Reforms back in India’s oil economy amid crash in crude prices

By Biswajit Choudhury,

Complete decontrol of diesel marketing, new pricing formula for domestic gas after five years and a plunge in global crude prices flagged a new beginning for India’s oil economy in 2014 but there was little news on stake sale in state-run oil firms and fresh auctions for hydrocarbon assets.

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After years of selling diesel below cost and of subsidising the rich consuming this key transport fuel, the government in October allowed its deregulation in the face of profits accruing on its sale from the fall of international crude prices — from around $140 per barrel to around $63.

Together with the decision on revising the price of natural gas, the decision made the industry watchers give a stable outlook for India’s oil industry — as opposed to the negative outlook which they were planning for lack of reforms. But they also had their set of warnings.

“The rating outlook for Indian oil and gas entities remains stable in 2015. The benefits from oil price reforms and lower global oil prices for refining and marketing companies will be offset by their large capex needs in the medium term that will lead to negative free cash flows,” Fitch Ratings said.

Earlier, prior to the Narendra Modi government taking over the reins in May, the price of diesel was being raised by oil marketing companies in marginal doses of 50 paise a litre since the previous government’s decision in January 2013 to reduce subsidy load on the fiscal deficit.

At the time of deregulation in October, the oil marketing companies were making a profit of over Rs.3 a litre, of which the government took back a portion in excise duty towards compensating the states. Petrol pricing had already been deregulated since June 2010.

On India’s quest for energy security by scouting for hydrocarbons assets abroad, the overseas arm of the Oil and Natural Gas Commission made some headway in 2014, acquiring new blocks in New Zealand, Myanmar, Bangladesh and Brazil, besides signing pacts with South Africa, Vietnam, Mozambique and Turkey.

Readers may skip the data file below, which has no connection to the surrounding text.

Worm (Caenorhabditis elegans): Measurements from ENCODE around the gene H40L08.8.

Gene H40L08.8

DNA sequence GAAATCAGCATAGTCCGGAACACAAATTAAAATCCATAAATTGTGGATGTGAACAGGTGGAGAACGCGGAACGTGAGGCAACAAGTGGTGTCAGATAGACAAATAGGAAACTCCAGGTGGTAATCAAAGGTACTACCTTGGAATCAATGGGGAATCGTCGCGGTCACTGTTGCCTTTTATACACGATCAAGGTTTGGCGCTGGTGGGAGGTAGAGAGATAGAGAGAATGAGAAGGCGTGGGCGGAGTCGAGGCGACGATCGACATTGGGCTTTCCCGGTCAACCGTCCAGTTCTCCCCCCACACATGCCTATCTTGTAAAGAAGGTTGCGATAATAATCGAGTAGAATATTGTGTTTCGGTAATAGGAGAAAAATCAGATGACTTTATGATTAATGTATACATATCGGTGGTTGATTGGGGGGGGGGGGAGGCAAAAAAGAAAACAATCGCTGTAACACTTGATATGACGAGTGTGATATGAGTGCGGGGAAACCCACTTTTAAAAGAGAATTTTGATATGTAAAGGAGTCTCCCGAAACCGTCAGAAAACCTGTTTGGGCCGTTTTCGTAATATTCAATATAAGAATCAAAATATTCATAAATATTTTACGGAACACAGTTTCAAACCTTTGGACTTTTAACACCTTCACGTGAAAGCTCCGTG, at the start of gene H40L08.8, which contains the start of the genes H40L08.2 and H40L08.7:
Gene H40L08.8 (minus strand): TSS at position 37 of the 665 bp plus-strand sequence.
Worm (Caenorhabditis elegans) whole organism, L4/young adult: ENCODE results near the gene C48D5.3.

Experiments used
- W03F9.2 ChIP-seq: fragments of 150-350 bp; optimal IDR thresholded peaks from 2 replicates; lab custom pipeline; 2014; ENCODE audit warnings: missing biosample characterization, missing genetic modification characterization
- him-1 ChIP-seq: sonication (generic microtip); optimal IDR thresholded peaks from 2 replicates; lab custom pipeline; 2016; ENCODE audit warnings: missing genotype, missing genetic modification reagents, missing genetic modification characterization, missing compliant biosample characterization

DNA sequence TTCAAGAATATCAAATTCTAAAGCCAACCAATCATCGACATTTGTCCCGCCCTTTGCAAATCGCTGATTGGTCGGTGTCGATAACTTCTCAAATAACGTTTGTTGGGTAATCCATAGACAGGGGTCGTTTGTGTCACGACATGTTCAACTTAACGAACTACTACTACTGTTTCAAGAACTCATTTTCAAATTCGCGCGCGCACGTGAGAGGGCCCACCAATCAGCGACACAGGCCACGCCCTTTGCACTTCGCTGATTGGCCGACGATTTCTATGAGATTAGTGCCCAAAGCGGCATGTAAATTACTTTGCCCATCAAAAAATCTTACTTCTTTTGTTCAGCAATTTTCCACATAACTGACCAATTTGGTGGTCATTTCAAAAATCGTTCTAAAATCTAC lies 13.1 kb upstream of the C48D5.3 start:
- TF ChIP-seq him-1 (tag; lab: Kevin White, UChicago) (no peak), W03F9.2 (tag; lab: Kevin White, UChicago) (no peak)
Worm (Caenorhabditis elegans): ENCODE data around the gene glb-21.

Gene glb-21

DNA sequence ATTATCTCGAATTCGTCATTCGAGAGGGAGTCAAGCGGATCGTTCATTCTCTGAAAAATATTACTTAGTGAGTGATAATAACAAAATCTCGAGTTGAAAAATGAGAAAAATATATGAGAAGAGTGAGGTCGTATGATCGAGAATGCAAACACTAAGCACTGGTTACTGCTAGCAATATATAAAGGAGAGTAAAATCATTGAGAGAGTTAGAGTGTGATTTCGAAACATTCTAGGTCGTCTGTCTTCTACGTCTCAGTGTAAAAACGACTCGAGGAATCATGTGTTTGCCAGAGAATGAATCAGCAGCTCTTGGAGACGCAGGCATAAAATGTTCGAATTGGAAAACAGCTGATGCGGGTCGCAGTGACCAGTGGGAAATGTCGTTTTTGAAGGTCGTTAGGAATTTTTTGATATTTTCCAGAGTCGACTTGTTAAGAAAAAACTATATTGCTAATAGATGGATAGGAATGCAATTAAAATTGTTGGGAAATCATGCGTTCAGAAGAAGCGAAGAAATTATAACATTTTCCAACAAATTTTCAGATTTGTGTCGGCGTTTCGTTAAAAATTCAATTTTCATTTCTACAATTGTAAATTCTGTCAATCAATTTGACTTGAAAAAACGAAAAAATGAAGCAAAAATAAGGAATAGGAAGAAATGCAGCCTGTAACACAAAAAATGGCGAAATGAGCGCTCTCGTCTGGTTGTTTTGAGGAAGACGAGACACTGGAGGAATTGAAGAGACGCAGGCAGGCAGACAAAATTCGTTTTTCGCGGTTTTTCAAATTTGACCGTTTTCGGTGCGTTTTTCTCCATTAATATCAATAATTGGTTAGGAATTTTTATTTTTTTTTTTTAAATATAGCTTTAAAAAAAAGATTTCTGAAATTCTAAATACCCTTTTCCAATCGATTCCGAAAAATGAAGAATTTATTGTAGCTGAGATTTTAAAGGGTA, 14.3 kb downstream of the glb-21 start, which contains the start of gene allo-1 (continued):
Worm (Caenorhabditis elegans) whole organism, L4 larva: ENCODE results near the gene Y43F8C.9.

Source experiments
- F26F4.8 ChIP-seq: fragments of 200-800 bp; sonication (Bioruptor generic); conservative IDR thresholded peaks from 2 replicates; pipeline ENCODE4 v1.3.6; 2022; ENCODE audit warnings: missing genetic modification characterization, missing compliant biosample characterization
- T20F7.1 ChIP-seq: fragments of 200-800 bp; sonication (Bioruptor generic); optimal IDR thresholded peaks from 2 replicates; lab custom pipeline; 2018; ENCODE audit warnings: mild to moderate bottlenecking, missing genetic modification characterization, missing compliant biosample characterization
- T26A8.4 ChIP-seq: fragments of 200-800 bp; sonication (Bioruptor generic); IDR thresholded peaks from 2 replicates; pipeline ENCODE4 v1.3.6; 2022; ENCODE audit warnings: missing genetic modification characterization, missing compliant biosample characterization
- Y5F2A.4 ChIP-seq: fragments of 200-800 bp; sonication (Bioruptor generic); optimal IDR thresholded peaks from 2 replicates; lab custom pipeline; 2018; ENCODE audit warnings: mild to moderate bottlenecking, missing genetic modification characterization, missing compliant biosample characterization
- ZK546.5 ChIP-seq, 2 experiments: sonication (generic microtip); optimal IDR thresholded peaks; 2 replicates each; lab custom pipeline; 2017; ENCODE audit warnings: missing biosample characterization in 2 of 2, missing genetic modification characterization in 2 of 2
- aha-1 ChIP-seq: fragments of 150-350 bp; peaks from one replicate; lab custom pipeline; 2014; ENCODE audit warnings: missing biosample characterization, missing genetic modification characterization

There was some movement forward in pricing of gas as well. After elections forced the previous government to delay notifying a new gas price, an upward revision to $5.61 per unit was finally announced against the industry’s demand for at least doubling it to a little over $8 per unit.

Accepting the recommendations of the Rangarajan panel, constituted by the previous government, would have meant a gas price of $8.4 per unit, instead of the $5.6 effective from November for five months.

But the decision was only partial. While the price of $5.61 per unit was to apply for the normal discoveries, for all new discoveries in the ultra-deep, deep-water areas and high pressure-high-temperature areas, all that the government said was that a premium will be given.

But it did not spell out further details on how it will be calculated. While shallow-water blocks are at a depth of up to 100-500 metres, deep-water blocks descend to around 1,000 metres. Those at depths beyond 1,500 metres are classified as ultra-deep-water blocks.

The main company affected by this decision was Reliance Industries, as it was not immediately entitled to avail of the new price, as it remained locked in an arbitration with the government over alleged shortfall in production from its Krishna-Godavari basin fields.

To make up for fall in taxes due to the sustained decline in international crude prices, the government hiked the excise duty twice in November-December, saying the money would fund welfare schemes. This deprived consumers lower retail price to the extent of the fall in global crude prices.

For oil companies in the downstream sector, analysts forecast that their profit after tax will increase by Rs.33-Rs.36 billion year-on-year in 2014-15 and by another Rs.7-Rs.10 billion in 2015-16, said Crisil Research in the post-reform prospects for the oil and gas sector.

“Their interest cost will decline and they wont have an under-recovery (loss) burden,” Crisil Research said in the post-reform prospects for the oil and gas sector,” it said.

“On the other hand, upstream companies (companies engaged in oil exploration and extraction) will see a sharper improvement of Rs.105-210 billion year-on-year in profit-after-tax in 2014-15 and a further improvement of 70-75 billion in 2015-16.”

Indeed, with the dramatic fall in global oil prices towards $60 a barrel at this point, its favourable impact on India’s current account and fiscal deficits has quickly changed the macro-economic scenario of the country, increasing the clamour for rate cuts by the central bank.

Going forward, analysts expect the government to take a call on further sale of stake in some of the oil companies, both in the upstream and downstream sectors, notably the Oil and Natural Gas Corp.

Highlights of India’s oil economy in 2014:

– Diesel prices deregulated giving the freedom to oil firms

– New gas price announced after elections delayed its notification

– Deep water, difficult blocks to get new gas price in New Year

– Reliance denied new gas price pending arbitration decision

– Government hiked excise duty on petrol, diesel

– Plunging oil prices changed country’s macro-economic scenario

(Biswajit Choudhury can be reached at [email protected] )